“Trust in self, trust in others, trust in all that will be” this might be as close to a lifelong mantra as I’ve ever claimed. I remember working many years ago with an amazingly wise guide who had an almost magical technique for inspiring individuals to find their essence. It was, he described, like putting on your seat-belt when driving. There would be a ‘clunk-click’ and you would know it was your essence. Turns out my essence was — and continues to be — that very element of trust found in this mantra that I’d often heard myself say. I’d say it when I was worried about something, I used it when faced with a tough choice, I used it to reassure my team when things were getting stressful, I’d use it to encourage my clients to reach for new dreams and desires and to trust they could be more than they thought possible. I’d come back to it when making big life decisions for which I didn’t have a clear outcome.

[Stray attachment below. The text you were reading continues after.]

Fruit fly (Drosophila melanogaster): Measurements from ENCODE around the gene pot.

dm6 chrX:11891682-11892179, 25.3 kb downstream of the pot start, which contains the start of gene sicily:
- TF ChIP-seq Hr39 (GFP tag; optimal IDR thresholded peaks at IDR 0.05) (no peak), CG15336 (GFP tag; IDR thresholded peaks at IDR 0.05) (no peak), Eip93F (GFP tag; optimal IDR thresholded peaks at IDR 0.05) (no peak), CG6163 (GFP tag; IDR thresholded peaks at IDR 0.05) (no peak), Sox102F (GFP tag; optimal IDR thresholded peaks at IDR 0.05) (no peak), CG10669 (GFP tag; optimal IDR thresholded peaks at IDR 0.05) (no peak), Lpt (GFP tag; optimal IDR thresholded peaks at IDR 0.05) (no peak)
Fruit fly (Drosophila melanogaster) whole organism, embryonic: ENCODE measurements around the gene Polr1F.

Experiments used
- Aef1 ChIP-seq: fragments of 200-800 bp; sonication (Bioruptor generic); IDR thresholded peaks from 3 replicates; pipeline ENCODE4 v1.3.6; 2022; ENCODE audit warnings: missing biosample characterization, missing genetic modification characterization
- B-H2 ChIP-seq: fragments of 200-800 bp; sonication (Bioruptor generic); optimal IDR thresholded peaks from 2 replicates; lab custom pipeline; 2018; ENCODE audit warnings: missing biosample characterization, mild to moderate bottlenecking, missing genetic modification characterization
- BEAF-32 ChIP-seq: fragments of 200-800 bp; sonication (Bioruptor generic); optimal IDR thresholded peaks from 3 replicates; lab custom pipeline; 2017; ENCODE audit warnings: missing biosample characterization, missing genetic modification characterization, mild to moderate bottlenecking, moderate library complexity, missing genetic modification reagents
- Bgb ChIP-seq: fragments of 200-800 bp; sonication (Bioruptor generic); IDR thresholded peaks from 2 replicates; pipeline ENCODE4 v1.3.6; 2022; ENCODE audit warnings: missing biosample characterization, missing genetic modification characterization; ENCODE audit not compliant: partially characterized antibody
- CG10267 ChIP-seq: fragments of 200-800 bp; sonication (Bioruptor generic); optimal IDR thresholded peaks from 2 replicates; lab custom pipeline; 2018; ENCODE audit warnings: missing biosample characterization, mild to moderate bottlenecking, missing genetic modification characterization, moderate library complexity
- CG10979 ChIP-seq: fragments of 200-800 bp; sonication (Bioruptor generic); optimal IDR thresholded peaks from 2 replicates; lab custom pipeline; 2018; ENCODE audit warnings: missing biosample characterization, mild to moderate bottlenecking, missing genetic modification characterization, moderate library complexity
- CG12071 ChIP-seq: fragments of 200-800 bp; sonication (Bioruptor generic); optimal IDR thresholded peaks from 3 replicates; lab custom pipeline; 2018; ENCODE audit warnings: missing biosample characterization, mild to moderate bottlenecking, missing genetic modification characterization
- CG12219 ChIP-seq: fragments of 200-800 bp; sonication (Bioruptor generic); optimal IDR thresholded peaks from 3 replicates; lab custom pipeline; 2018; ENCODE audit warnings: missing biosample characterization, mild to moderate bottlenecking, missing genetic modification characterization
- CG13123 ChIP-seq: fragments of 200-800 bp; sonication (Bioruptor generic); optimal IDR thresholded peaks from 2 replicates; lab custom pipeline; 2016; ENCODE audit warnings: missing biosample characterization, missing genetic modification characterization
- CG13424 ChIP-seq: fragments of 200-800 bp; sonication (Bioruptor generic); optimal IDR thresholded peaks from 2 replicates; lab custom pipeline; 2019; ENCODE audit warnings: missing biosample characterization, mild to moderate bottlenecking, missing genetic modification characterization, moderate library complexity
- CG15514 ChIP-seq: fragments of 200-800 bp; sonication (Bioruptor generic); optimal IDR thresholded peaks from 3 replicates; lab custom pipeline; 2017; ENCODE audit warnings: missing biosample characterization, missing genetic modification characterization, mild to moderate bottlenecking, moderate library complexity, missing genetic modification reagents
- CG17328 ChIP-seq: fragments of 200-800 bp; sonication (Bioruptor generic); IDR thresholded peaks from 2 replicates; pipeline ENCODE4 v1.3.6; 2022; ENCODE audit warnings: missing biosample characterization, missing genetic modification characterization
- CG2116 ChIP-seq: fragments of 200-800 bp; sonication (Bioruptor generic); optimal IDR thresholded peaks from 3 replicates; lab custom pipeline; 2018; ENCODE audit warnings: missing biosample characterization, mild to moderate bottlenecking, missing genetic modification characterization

More recently, I chose Trust as the theme for my TEDx talk where I explored the connection between truth and trust in a playful skit which exposed the challenges and unspoken fears that hold people back from trusting that they can speak their truth to their managers — and how contradictory it is that those very same managers will often secretly wish that their people would do exactly that. For after all, one of the main sources of truth that a leader can hear is how people experience them. It’s the ultimate, perhaps the only, feedback that a leader can truly trust and respond to.
In a recent conversation with a leadership team I asked the question ‘where does trust start’ and we came to the awareness that it starts inside oneself. We often think that trust is something we look for in others — and yet it is founded inside our own sense of self and how we choose to see the world around us. Trust in others is something you choose for yourself, rather than something you wait for others to prove to yourself. I will often ask a leader which stance they start out from:
“Do you build your relationships from a place of distrust and expect people to prove they can be trusted?”
“Do you start from a place of trusting others and encourage an environment of truth and transparency from which that trust can only strengthen?”
I continue to believe and to enjoy the experience of trusting in my own truth and trusting in the truth of others. That sense of trust has to date always served me well.